7. Yes, they are all ours and yes, they are all different.

My first two boys went to a sweet, little church preschool two mornings a week.  They had story time, outdoor play, time with their friends, and I had time with my two little girls. One son loved it, and one did not.  To make matters worse, the teacher noticed how different the boys were and frequently commented on it.  All I could think was that she had been teaching for 20 years and never had siblings with different personalities?

This was when I decided to do my best to not play the comparison game. It is not good for anyone.  It is unfair to the children and adds undue stress and worry to Mom. We used to listen to the stories on the playground about how Johnny was reading Pilgrim’s Progress at five years old; now we see pictures of award winning science projects on Facebook and Instagram.  Social media has taken this game to an entirely new level.

We had five children in seven years. (our sixth was a tag-along six years later) They have many similarities, such as being quick witted, sarcastic, and sports minded. Their differences are also very noticeable. We have introverts, extroverts, methodical planners, and creative free spirits.  One learned to read at four years old and another at eight.  You would never be able to tell now.

Don’t let your Mama’s heart worry for one minute what someone else is doing.  Each of your children will grow and develop at their own pace, in their own way.  Enjoy every step!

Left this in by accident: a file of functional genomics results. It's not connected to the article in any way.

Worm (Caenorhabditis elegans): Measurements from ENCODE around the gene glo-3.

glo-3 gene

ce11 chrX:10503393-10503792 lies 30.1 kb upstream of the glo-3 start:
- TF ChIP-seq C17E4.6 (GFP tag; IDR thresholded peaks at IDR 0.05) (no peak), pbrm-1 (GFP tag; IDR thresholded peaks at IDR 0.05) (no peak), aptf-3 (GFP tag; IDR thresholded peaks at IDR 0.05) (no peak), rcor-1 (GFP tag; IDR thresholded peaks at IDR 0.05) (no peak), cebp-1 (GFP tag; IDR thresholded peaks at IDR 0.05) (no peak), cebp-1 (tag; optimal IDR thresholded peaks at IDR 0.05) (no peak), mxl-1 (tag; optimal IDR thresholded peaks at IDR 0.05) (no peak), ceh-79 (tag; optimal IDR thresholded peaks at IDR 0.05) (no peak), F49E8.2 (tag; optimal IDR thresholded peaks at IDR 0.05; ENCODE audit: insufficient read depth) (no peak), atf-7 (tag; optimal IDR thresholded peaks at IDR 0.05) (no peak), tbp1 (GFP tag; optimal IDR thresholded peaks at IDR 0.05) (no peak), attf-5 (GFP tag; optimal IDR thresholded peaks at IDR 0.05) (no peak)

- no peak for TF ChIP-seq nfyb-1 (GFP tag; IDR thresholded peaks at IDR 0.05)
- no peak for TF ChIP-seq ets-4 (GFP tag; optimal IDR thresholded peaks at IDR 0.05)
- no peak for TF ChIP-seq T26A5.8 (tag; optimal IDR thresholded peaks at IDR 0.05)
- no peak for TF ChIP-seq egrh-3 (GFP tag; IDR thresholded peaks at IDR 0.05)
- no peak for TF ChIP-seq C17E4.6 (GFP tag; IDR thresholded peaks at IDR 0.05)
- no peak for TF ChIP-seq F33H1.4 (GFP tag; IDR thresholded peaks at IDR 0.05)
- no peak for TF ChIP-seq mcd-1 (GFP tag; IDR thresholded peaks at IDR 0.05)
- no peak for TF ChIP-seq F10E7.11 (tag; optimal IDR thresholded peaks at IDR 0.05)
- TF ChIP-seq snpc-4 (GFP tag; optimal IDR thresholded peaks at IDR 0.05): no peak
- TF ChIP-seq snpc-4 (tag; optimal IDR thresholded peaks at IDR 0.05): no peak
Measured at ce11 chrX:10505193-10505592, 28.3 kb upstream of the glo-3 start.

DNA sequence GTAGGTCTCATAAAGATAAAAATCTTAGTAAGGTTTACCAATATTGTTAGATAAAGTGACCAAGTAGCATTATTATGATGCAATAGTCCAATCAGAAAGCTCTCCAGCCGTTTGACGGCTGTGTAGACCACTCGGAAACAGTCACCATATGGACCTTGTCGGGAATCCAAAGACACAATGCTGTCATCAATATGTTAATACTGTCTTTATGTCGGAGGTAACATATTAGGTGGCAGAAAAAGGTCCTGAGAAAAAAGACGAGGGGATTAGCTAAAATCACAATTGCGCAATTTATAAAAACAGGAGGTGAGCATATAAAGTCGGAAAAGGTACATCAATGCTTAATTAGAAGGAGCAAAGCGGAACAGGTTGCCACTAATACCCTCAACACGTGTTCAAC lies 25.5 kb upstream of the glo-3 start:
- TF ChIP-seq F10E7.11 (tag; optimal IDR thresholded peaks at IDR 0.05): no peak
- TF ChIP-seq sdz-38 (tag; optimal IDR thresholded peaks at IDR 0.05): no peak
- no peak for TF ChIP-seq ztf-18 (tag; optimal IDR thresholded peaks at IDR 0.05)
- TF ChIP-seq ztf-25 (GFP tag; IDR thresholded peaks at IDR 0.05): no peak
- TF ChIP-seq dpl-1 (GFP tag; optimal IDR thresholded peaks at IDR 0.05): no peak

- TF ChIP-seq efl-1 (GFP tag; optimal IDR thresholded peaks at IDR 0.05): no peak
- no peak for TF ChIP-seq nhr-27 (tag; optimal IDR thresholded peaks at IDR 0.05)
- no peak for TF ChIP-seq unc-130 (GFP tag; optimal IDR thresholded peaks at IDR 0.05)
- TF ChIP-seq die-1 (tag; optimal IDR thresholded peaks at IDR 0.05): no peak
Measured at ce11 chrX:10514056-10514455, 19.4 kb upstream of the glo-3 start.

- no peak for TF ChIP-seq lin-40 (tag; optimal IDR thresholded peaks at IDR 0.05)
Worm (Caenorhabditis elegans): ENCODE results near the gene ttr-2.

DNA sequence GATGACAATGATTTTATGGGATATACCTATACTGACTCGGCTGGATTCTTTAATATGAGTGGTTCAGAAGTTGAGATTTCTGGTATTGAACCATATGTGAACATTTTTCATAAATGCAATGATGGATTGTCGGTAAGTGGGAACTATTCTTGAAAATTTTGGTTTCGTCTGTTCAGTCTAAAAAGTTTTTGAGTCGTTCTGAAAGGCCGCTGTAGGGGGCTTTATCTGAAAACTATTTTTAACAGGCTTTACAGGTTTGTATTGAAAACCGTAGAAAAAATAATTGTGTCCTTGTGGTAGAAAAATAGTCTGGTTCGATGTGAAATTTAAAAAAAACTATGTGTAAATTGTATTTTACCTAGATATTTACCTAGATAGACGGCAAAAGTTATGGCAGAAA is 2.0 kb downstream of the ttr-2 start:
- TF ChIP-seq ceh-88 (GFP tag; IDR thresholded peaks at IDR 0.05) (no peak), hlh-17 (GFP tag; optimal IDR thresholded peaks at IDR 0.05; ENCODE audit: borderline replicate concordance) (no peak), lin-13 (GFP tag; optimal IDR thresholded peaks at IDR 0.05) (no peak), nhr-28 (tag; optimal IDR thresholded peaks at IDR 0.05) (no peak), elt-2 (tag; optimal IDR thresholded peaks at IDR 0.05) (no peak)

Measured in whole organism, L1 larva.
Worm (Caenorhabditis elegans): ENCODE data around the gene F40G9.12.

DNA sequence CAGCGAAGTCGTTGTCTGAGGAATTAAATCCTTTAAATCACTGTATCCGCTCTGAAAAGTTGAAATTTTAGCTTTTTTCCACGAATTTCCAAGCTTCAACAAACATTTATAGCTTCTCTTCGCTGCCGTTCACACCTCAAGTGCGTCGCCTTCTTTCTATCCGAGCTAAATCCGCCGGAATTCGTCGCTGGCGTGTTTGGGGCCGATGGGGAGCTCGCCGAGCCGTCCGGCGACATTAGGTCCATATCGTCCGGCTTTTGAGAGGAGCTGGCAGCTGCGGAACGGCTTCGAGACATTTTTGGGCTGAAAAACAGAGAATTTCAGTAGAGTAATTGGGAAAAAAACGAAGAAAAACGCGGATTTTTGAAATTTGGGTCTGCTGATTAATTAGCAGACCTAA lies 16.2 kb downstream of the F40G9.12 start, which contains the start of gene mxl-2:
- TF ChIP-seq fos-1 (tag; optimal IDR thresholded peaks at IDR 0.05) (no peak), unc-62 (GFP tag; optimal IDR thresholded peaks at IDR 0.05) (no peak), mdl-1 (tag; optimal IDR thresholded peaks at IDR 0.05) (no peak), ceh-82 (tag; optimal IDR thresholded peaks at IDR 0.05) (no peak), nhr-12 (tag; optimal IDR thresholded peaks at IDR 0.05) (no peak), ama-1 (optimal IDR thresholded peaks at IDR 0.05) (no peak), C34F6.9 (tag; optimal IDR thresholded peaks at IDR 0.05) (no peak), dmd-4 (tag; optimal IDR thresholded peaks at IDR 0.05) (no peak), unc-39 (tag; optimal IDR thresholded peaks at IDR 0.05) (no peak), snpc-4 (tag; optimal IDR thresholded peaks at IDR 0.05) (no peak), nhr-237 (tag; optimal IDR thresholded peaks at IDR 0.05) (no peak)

8. Character And Relationships Trump Academics

Think of all the character traits that you would love to instill in your children.  When we have more time with our children, we can focus on encouraging those positive traits that will serve them well later in life. Diligence, perseverance, and attentiveness can all be presented in relation to your child’s school work. Spending all day with your family will provide many opportunities to develop compassion, flexibility, forgiveness, and tolerance.

There will be days when academics will take a back seat to character building.  Conflicts will arise, and our children must learn to handle them in a positive manner. Don’t fret if a day’s lesson plans must be pushed aside to focus on behavior and relationship building.  Remember, your goals. We want our children to be kind, compassionate, mature, responsible adults.

10 Things I learned after 17 years of homeschooling

10 Things I've Learned After 17 Years of Homeschooling: a Veteran shares her top tips! If you are new to homeschooling or in need of some homeschool encouragement, check out this post!

9. They Will Graduate And Go To College (if they want to)